A year to the day until the UK’s deadline to exit the European Union, we asked some industry figures to reflect on the Brexit negotiations so far and what’s in store after 29 March 2019
Until we get clarity on immigration policy, we’re fumbling in the dark
Brian Berry is chief executive of the Federation of Master Builders (FMB)
With one year to go until Brexit, the construction industry needs clarity from the government on what the post-Brexit immigration system will look like so employers can plan and prepare. Many small and medium-sized construction firms are upping the ante in terms of training on the assumption that there will be fewer migrant workers for hire post-Brexit. However, until employers know exactly what the new immigration system will look like, they are fumbling in the dark.
We cannot afford to lose any EU migrant workers now or post-Brexit
Currently the UK construction sector is heavily reliant on European migrant workers. Indeed, 9% of our construction workers are from the EU and in London, this rises to nearly one third. Existing skills shortages mean we cannot afford to lose any of these workers now or post-Brexit.
We have collected anecdotal evidence from FMB members that some of their EU tradespeople are returning to their country of origin or going to work elsewhere in Europe. In a bid to limit the heavy flow of migrant workers leaving this country, we must do all that we can to convince them to stay.
The government recently took a massive step forward by announcing that EU nationals who arrive in the UK during the transition period will be eligible to remain indefinitely. However, the FMB is urging the government to step up and do more to get this very positive message out. EU workers need to know – we need you!
The Remainers promised tumbleweed, but Britain is thriving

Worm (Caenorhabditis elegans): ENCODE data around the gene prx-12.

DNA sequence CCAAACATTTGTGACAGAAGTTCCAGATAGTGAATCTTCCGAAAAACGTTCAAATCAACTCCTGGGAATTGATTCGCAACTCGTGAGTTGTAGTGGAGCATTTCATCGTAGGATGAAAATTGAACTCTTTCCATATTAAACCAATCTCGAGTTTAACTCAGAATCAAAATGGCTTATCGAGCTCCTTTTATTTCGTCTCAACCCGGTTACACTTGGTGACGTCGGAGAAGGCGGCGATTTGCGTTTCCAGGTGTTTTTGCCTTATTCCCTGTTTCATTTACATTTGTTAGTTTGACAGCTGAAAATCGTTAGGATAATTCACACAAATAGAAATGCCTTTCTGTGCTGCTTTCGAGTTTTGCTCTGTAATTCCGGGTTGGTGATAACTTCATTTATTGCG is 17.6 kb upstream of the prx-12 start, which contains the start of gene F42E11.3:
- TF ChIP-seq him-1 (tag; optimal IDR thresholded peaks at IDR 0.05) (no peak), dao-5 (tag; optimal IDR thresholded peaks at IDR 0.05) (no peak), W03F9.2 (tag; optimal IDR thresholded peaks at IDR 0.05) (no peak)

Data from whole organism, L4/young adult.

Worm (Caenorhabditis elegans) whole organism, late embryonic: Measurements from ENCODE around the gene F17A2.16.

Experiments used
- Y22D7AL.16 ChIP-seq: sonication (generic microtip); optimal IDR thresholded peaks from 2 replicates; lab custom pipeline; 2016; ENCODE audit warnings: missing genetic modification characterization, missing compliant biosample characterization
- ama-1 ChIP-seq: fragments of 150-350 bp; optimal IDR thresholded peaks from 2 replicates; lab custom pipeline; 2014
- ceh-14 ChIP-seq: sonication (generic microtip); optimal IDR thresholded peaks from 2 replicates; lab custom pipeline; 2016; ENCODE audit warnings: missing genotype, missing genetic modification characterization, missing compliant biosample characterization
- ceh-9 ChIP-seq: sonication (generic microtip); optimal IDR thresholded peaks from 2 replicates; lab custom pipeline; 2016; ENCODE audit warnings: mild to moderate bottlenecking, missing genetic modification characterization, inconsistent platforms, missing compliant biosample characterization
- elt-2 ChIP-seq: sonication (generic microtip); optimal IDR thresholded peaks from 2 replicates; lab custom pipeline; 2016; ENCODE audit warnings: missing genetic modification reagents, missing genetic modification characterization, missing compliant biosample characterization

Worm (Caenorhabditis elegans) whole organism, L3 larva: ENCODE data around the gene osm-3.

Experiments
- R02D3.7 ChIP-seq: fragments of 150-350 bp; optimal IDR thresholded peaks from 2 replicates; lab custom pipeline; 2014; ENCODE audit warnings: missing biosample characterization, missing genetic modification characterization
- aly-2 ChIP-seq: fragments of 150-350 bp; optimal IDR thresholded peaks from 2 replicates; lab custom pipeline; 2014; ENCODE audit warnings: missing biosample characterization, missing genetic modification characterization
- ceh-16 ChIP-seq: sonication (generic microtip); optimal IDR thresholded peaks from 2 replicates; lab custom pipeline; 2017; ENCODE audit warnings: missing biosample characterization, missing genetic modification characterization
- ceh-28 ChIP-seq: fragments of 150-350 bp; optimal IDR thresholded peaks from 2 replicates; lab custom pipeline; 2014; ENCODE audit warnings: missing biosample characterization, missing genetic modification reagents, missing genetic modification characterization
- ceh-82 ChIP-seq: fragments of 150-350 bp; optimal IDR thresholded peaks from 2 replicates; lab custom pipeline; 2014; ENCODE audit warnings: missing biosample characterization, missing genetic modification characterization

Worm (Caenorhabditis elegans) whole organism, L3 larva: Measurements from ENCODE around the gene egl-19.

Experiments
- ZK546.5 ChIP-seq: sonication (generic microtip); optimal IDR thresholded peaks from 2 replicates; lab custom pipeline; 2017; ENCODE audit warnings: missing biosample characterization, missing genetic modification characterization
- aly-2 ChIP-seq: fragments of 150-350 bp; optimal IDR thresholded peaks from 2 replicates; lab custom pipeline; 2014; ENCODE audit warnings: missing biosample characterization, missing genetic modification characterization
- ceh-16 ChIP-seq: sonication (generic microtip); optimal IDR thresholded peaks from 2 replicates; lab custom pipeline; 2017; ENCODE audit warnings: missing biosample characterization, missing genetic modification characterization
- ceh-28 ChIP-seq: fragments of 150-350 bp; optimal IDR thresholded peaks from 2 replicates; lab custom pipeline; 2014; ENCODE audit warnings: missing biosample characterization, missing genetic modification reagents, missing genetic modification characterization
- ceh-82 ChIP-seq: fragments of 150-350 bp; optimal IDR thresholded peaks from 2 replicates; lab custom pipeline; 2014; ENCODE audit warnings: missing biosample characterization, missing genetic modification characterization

Alastair Stewart is an equities analyst and commentator
Wandering through London, something’s missing: the tumbleweed promised by Remainers. The winebars are still packed with bankers we were told were going to evacuate to Paris, Frankfurt and Dublin. Polish bricklayers are still laying bricks (if they can find them, so many homes are being built). Dozens of languages are audible, because London is and will remain the Capital of Europe.
The winebars are still packed with bankers we were told would evacuate to Paris
Talented people from Europe and beyond will continue to flock here because it will be even more of a haven for free market liberalism. More, not fewer, financial, tech and other businesses will adopt these shores. That means more buildings.
Who will design and build them? “Starchitect” Amanda Levete recently preached to a conference of the converted: “We’ve already had people leave to go back to Europe and a marked decrease in EU applicants”. Up to half of her practice’s non-British staff are non-EU. All it will probably take to maintain the global luvvy quotient is a UK “Green Card” (I’m happy for them to be printed cheaper in France).
Despite the bluster from over-paid Brussels negotiators, we will end up doing trade deals not only with the EU, but with individual states, mainly from northern, as the bloc splinters. France – ever-jealous of the US – provides the alternative, failing model: tax the tech giants it has never emulated. That’s what the EU does: taxes and spends, mainly on itself. Michel Barnier’s eau de Cologne will not pay for itself.
The vote has left us exposed to the whims of international capital
Robin Nicholson of Cullinan Studio and the Edge
I want to consider the extent to which our long list of woes is attributable to our membership of the EU. My list would start with the failure to build enough low-energy, affordable housing in the right places, the state of our public health and low productivity linked to poor education.
We will have to work much harder at existing export opportunities
In each case, the performance of most EU countries greatly exceeds the UK’s. By contrast much good regulation came from Europe such as CDM regulations – do Rees-Mogg & Co seriously want to go back to a pre-CDM situation? No, we must demand more and better regulation and a properly funded local state.
Our industry is suffering from suicidal tendering and general economic jitters; as we become more exposed to the rootless whims of international capital, I fear this could get much worse. We will have to work much harder at existing export opportunities, including low-energy design and masterplanning, especially in China and Africa, while recognising China’s growing global control.
Back home, we need to develop our skills base from nursery upwards and abolish 20% VAT on works to existing buildings so we can make much better use of the ones we have already got. After Brexit, the Treasury will no longer be able to hide behind the myth that the EU prevents us lowering this rate, but it raises the question as to whether the next prime minister can make the Treasury more accountable – to us!